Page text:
“Apart from technological aspects businesses should always have the human value.”
During the initial days of industrial revolution, people were worried that they would get replaced by machines. Similarly, there’s a ongoing debate now that new technology might take away jobs and lead to a greater income inequality. But the best way of focusing on the human impact of automation is to first accept that it is inevitable. As we all know, automation holds the prospect of transforming future society. Even now, there’s been a sea change in how we work. Whether it’s hailing cabs with a tap on your smart phone, or getting your bank account statements without ever visiting the bank, or ordering food, automation and computerization have given us a new way of doing things. Robots are poised to replace workers in many industries. But a question arises as to whether, it will make our lives easier or only increase income inequality?
Retail jobs are disappearing & online sellers supplanting them filling their warehouses with robots instead of human workers. And on farms around the world, automated systems are beginning to take on backbreaking tasks like weeding lettuce. New technologies threaten around two-thirds of jobs in the developing world. But jobs that require emotional skills are difficult to automate. Artificially intelligent software is being built that can recognize emotions in people’s faces and voices, but it is a long way from simulating genuine empathy.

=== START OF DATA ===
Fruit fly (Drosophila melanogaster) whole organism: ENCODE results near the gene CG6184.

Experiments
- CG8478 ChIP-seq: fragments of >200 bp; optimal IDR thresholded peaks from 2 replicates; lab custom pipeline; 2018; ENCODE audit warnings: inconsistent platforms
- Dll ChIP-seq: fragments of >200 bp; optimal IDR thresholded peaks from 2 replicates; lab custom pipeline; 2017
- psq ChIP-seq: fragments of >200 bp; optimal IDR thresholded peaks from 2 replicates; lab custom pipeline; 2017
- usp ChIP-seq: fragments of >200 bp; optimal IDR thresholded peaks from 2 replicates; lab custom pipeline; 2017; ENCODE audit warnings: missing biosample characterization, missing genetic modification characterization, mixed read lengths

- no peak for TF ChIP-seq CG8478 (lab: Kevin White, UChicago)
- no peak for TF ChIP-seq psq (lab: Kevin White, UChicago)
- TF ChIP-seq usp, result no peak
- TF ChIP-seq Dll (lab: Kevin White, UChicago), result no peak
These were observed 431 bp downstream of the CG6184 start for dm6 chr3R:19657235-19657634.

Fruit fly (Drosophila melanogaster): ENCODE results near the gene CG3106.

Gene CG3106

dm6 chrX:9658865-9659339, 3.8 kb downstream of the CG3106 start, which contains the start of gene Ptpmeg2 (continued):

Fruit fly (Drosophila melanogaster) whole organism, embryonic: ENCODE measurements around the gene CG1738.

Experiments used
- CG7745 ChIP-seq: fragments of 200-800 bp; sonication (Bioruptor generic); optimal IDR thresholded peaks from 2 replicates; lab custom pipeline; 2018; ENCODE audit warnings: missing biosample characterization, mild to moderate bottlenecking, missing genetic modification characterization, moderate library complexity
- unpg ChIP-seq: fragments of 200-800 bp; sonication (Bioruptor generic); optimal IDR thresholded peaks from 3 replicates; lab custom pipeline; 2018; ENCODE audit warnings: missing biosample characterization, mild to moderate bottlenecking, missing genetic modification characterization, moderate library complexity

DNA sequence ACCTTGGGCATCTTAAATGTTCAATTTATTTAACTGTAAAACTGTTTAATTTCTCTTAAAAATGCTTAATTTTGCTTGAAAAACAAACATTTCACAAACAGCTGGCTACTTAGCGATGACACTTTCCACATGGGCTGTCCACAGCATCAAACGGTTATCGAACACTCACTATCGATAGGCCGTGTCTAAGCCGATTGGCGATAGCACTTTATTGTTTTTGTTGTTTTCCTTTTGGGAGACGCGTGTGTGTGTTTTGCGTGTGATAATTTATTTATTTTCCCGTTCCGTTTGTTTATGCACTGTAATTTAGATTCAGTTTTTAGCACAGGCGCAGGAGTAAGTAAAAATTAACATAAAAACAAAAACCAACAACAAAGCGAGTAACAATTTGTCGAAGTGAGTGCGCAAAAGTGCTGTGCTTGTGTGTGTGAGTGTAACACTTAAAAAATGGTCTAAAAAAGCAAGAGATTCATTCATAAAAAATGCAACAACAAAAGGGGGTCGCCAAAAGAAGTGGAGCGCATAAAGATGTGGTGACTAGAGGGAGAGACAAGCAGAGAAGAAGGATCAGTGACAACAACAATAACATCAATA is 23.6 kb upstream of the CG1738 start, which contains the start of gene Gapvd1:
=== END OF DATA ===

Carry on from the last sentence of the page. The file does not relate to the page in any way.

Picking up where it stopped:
As robots come for our routine jobs, the ability to work well with others is becoming a key to success at work. A 2016 World Bank review of 27 studies of employers found that 79% of them ranked a socio-emotional skill such as honesty or the ability to work within a team as the most important qualification for workers. As populations in many countries age and non-communicable diseases grow, the World Health Organization says that the world will need 40 million new health workers by 2030 and we’re on course to fall short by 18 million. Education is another industry where the need for emotional connection makes automation unlikely. Teaching young children demands human engagement, in order to motivate students, spot potential developmental problems and instill social skills. As it turns out, that also appears to be true of adult education.
The rising importance of emotional work is likely to affect most of us. Each of us can put effort into sharpening our emotional skills as well as our technical ones. What needs to be done by the governments is to harness the cost savings from automation, and use that money to invest in increasingly important emotional jobs. Automation has the potential to create enormous worldwide wealth, and it’s vital that we channel some of this into work that engages all of our human capacities, so that we can help each other thrive.